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Cash or Finance for car?

Discussion in 'General Property Chat' started by Propertyman, 14th Sep, 2016.

  1. Propertyman

    Propertyman Active Member

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    HI guys,

    I’d be interested to hear how you guys went about buying your car? Do you pay cash or take out a loan?

    I’m due for a car in the next 6 months and want to know the best way to go about it without it massively impacting my serviceability. The trade in on my current car will be minimal and I have around $25,000 in an offset account so not sure whether to pay cash or not.

    Thanks in advance
     
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  2. Jess Peletier

    Jess Peletier Mortgage Broker - Australia Wide Business Member

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    I paid cash for mine - if servicing is an issue, chat to you broker and they'll see how much it would impact things for you.
     
  3. wombat777

    wombat777 Well-Known Member Premium Member

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    Definitely cash.

    I paid out a novated lease last year so I could improve my serviceability.

    Some cars depreciate less than others. Consider that when buying.
     
  4. radson

    radson Well-Known Member

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    Why due?
     
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  5. Propertyman

    Propertyman Active Member

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    Thanks for the replies. I'm due because I have begun to have car troubles with my current one and my mechanic thinks there will be more to come.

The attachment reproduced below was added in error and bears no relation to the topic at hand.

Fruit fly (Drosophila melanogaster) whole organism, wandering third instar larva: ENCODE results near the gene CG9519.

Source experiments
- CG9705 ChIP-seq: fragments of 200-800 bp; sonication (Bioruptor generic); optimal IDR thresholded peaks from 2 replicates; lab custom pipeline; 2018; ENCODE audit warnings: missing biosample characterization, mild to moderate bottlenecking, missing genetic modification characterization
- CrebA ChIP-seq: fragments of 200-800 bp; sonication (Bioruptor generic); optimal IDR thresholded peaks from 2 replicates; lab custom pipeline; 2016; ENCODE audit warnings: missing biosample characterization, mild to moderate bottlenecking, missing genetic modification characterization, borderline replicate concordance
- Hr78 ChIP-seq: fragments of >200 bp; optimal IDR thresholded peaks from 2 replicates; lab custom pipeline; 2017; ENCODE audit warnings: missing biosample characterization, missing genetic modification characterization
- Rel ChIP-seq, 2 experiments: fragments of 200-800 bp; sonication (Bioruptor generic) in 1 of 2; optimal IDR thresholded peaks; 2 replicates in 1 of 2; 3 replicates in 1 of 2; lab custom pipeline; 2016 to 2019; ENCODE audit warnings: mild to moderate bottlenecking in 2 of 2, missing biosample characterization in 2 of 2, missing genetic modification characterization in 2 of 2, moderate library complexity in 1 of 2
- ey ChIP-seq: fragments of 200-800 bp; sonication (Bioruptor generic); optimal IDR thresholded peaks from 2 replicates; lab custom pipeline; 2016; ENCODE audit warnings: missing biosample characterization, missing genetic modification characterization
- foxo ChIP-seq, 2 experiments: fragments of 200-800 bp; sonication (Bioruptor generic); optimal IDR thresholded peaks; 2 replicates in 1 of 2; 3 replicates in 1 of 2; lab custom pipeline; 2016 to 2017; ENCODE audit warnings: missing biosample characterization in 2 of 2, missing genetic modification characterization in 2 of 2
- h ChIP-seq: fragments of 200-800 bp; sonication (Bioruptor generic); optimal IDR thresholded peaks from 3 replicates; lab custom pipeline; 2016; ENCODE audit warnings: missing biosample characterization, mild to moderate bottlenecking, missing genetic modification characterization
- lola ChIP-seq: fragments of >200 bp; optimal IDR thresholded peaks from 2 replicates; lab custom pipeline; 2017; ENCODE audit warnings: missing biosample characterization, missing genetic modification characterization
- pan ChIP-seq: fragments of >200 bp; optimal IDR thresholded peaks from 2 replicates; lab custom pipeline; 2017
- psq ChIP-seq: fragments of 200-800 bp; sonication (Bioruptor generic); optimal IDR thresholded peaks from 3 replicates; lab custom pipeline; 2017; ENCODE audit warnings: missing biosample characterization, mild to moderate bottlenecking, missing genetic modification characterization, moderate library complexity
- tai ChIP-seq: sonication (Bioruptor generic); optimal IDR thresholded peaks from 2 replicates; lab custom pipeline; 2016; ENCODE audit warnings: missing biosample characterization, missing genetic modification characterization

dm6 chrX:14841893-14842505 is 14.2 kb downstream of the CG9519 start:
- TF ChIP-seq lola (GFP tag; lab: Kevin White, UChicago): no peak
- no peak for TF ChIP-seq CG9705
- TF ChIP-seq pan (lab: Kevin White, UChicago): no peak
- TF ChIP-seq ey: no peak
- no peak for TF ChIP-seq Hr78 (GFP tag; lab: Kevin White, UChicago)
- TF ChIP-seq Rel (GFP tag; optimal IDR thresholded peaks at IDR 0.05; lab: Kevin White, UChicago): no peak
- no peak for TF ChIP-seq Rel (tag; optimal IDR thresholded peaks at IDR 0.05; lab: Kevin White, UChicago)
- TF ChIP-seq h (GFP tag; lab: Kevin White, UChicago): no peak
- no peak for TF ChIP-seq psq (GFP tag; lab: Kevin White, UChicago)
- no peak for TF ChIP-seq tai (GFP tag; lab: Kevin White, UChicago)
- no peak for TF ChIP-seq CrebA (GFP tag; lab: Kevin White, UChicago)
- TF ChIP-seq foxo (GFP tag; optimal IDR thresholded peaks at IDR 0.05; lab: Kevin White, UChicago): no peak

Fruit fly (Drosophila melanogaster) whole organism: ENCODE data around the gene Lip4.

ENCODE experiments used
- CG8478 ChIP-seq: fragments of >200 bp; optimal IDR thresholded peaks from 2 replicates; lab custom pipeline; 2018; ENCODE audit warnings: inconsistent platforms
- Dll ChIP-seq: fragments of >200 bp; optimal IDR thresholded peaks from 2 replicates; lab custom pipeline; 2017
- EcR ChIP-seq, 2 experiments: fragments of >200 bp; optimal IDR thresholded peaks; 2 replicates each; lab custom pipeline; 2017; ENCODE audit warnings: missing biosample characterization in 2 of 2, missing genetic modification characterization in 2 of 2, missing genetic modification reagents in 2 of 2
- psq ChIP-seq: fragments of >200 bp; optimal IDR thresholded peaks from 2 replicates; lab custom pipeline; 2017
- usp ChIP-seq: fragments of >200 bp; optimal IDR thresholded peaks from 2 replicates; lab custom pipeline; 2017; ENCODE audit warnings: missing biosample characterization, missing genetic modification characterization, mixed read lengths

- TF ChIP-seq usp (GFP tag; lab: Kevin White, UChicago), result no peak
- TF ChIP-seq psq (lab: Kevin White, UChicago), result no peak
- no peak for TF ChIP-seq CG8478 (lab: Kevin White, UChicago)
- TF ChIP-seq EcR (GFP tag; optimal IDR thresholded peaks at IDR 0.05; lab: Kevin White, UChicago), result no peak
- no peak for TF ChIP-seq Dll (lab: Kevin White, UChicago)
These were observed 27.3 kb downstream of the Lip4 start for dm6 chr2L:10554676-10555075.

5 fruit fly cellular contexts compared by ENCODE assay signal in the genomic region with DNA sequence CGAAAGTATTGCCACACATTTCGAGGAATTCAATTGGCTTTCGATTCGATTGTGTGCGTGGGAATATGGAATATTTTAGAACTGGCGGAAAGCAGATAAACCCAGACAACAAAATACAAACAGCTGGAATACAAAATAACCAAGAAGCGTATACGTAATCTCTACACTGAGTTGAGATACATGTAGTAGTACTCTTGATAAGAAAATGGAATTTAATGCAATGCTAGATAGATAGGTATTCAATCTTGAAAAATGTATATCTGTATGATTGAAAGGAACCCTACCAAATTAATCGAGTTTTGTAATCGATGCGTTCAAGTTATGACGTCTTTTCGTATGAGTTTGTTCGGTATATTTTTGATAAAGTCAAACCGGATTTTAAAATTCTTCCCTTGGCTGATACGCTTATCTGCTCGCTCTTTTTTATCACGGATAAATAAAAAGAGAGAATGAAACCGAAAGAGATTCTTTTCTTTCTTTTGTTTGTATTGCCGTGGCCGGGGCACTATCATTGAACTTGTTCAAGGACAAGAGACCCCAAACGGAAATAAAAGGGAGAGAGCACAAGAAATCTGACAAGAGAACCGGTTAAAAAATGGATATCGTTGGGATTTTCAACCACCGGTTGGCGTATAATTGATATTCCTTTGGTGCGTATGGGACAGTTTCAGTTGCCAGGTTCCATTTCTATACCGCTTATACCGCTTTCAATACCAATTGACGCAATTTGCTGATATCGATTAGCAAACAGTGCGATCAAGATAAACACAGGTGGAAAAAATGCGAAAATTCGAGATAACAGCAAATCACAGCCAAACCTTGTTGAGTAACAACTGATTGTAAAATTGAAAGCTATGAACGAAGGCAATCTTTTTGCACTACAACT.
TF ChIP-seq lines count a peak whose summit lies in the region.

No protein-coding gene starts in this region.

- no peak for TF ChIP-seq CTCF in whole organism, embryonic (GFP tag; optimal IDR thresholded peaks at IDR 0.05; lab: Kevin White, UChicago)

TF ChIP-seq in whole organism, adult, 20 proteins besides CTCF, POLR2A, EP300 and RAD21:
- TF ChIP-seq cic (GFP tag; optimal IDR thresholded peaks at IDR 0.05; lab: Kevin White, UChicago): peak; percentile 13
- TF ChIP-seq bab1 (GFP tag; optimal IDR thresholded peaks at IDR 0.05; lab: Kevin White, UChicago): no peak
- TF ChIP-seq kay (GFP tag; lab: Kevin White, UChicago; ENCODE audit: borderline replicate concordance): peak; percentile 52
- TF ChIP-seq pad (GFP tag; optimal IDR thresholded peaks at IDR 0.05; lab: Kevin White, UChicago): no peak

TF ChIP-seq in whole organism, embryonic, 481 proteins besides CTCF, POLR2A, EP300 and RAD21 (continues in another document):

So cash even though it would mean less in the offset and more interest?
     
  6. Brady

    Brady Well-Known Member

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    Vehicle loans have large impact on serviceabilty, due to combination of higher rate and loan term.

    Not sure what your equity position is like - could take out equity loan and purchase vehicle on long loan term (could always pay it back like a 2-5 year loan term, but as it would be based on 25-30 years the minimum repayments are very low, which would result in minimum impact on serviceabilty).

    Otherwise could payoff PPOR debt (if you have any) and redraw the funds back out, split and have seperate loan (not sure if your personal details if loan would be deductable) - but again would have minimum impact on servicing and gets you a seperate loan thats not mixed.
     
  7. citystar

    citystar Well-Known Member

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    I always pay cash for motor vehicles for two reasons. First they depreciate in value and the second and most important reason is that the loan would affect serviceability too much.
     
  8. Sonamic

    Sonamic Well-Known Member

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    Cash. Unless you need a credit rating. Why pay 35k (including interest) for a 25k car that's only going to be worth 15k at best at the end of the loan. Just buy a 10k Toyota Corolla with cash and be done with it. Ego cars can come later when you have the $$$ to back it up from better invested funds now. :p
     
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  9. neK

    neK Well-Known Member

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    Easy. Keep the existing car, pay out any debt.
    Due or Want. That's what you need to differentiate.